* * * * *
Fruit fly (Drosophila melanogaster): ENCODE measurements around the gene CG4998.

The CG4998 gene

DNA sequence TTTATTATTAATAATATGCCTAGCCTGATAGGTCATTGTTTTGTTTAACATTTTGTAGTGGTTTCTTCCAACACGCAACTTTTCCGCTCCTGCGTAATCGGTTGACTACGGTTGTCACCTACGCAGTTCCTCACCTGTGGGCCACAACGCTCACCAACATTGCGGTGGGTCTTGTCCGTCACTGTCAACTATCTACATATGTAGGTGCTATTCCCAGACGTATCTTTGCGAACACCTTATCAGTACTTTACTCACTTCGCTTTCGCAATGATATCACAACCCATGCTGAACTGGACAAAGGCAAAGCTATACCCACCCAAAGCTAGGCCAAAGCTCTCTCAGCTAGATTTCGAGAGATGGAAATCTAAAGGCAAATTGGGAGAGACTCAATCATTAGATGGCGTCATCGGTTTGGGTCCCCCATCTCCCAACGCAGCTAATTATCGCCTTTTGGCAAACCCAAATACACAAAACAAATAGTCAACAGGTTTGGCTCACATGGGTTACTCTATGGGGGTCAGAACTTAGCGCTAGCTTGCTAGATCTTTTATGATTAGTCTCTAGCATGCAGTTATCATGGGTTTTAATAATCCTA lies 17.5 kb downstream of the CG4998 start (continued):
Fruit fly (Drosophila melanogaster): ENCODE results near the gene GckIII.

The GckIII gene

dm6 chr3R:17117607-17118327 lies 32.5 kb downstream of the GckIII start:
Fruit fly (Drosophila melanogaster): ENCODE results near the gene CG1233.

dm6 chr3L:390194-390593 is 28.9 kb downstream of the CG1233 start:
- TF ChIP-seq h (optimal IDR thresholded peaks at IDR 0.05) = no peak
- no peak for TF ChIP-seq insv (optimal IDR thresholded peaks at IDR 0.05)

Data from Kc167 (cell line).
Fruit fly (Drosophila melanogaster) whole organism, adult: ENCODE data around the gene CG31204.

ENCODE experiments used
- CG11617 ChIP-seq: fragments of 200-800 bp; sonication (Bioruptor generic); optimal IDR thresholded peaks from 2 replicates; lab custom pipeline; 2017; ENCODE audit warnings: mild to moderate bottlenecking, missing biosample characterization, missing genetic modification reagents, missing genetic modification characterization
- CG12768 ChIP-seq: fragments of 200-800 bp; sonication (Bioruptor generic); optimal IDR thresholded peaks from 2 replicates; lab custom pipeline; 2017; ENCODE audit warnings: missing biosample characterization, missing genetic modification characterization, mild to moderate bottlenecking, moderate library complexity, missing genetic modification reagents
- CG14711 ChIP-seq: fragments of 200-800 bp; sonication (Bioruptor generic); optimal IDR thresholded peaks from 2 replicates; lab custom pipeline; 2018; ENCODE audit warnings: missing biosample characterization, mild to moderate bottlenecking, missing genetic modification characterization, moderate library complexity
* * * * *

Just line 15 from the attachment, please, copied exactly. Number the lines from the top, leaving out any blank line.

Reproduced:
- CG12768 ChIP-seq: fragments of 200-800 bp; sonication (Bioruptor generic); optimal IDR thresholded peaks from 2 replicates; lab custom pipeline; 2017; ENCODE audit warnings: missing biosample characterization, missing genetic modification characterization, mild to moderate bottlenecking, moderate library complexity, missing genetic modification reagents